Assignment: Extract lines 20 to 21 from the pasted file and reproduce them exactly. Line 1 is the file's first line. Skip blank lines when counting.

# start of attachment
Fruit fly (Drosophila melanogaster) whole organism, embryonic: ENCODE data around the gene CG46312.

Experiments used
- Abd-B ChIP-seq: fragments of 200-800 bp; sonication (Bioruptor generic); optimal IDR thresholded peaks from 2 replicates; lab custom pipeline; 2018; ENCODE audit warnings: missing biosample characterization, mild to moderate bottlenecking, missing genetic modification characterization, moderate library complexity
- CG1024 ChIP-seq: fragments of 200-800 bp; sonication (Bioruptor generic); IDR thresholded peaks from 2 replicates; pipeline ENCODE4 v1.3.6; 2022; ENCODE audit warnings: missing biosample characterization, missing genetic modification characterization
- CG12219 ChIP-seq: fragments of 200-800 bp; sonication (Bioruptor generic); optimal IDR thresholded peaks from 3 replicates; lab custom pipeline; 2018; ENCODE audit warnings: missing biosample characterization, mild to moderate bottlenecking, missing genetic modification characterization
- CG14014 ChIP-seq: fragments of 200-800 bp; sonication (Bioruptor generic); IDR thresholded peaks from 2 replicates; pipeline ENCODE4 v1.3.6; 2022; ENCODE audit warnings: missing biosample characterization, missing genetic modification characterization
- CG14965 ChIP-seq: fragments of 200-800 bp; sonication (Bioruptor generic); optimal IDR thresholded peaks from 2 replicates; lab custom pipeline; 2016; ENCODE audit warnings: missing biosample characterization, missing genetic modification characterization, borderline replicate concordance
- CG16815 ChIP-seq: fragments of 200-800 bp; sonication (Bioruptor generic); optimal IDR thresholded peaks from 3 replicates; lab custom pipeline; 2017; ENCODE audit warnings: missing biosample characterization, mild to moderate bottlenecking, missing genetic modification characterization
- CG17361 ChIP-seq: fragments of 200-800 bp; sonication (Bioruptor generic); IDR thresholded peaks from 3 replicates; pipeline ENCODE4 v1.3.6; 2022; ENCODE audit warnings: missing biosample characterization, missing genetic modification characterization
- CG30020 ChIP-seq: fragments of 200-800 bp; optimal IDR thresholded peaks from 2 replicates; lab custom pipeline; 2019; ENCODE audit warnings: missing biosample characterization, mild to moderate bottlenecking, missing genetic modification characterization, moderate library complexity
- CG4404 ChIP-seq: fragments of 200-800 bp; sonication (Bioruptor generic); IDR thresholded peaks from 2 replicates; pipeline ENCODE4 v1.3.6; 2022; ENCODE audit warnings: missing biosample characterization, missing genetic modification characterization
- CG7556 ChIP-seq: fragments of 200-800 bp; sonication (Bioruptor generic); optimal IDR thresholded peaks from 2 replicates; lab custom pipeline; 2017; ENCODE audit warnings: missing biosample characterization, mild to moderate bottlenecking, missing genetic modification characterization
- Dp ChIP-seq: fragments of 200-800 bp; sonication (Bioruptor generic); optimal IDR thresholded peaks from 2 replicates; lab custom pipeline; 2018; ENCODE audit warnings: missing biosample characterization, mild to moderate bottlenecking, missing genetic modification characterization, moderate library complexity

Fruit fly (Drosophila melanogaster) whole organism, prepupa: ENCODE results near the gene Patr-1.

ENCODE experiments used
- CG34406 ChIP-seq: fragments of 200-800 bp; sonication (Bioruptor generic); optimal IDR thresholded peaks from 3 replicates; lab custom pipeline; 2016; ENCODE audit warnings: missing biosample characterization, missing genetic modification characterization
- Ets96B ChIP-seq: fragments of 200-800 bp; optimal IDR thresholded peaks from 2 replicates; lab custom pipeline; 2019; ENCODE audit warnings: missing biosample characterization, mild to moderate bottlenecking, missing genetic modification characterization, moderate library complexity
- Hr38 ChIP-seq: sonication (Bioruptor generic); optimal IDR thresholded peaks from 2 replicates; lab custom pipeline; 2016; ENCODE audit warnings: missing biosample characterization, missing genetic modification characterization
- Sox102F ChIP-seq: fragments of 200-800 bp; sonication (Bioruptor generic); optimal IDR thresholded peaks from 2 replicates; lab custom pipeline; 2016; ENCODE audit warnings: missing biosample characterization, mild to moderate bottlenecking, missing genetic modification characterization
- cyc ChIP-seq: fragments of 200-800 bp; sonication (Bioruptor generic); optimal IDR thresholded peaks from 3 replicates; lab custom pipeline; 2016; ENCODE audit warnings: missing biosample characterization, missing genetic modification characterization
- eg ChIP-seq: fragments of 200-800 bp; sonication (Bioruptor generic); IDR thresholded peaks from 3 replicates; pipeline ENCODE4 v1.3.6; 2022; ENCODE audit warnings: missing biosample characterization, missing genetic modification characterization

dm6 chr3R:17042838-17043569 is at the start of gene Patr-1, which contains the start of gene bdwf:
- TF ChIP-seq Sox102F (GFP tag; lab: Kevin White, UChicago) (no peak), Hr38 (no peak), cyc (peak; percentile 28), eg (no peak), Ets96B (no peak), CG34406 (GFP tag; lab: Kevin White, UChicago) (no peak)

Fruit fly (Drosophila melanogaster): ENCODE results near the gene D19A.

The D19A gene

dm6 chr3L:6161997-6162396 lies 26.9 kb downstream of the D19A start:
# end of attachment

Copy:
- cyc ChIP-seq: fragments of 200-800 bp; sonication (Bioruptor generic); optimal IDR thresholded peaks from 3 replicates; lab custom pipeline; 2016; ENCODE audit warnings: missing biosample characterization, missing genetic modification characterization
- eg ChIP-seq: fragments of 200-800 bp; sonication (Bioruptor generic); IDR thresholded peaks from 3 replicates; pipeline ENCODE4 v1.3.6; 2022; ENCODE audit warnings: missing biosample characterization, missing genetic modification characterization